Three months later, I go home. My family settles back in. I have a baby so new and delicious I want to inhale him! I have a husband who tells me I look beautiful, even with my patchy hair and my swollen, bandaged belly road mapped with surgery scars. Everything looks different to me now. Colors vibrate. I can’t believe I’m alive, and I feel different. Changed. As if I’ve come through something and I want it explained, but again, I don’t know where to turn. I wish there were a manual for faith, a set of directions, or even better, a map.

I still have to be in bed for another few months, so I read medical books to figure out why I had this disorder, how it had happened, and most terrifyingly, if it can happen again. And then I remember the medium telling me to read quantum physics, so I order book after book for the layperson.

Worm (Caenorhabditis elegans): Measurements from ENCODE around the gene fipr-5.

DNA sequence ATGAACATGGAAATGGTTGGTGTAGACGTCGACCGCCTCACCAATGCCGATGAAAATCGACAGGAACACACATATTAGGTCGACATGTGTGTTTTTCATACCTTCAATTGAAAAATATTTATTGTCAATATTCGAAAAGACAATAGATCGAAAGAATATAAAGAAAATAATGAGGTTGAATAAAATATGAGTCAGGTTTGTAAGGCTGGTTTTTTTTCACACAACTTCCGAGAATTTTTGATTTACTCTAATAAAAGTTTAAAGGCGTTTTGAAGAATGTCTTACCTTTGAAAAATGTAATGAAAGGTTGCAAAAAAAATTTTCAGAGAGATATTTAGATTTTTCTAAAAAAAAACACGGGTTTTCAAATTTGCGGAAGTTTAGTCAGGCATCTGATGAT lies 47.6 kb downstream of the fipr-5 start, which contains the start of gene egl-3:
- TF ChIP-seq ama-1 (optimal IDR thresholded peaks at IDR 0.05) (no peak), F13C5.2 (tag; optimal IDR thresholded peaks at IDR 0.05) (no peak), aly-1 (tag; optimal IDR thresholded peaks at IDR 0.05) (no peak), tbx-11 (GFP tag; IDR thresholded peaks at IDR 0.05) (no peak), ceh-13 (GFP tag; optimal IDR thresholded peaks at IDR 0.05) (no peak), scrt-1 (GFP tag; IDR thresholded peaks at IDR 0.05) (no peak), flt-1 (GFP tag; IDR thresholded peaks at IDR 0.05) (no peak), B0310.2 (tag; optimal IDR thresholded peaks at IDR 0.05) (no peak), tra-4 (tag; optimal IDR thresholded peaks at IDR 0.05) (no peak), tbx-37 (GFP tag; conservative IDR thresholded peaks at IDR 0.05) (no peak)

When the quantum-physics books arrive, they echo what the medium said to me—that the world is stranger than we can imagine and time is man-made, and perhaps everything really is happening at the same moment. I imagine that this is how psychics work, that there is nothing magical about it, that it makes perfect scientific sense. Perhaps they’ve honed a skill we all have: that is, to dip back and forth in time to pick up thoughts and events, which are energy. Perhaps it’s a gift, like having a talent in singing or art. Maybe a healer is simply manipulating that energy in order to heal, and there’s nothing mystical about it at all. The more I read, the more excited I get. There are scientists who believe in parallel universes and think we may have doubles. The one thing I learn from these books—the one piece of information that drumbeats in my head—is that there is so much we don’t know about how the universe works, so much we aren’t aware of—portals and wormholes and forces and all kinds of amazing things—and couldn’t one of these forces be something like God?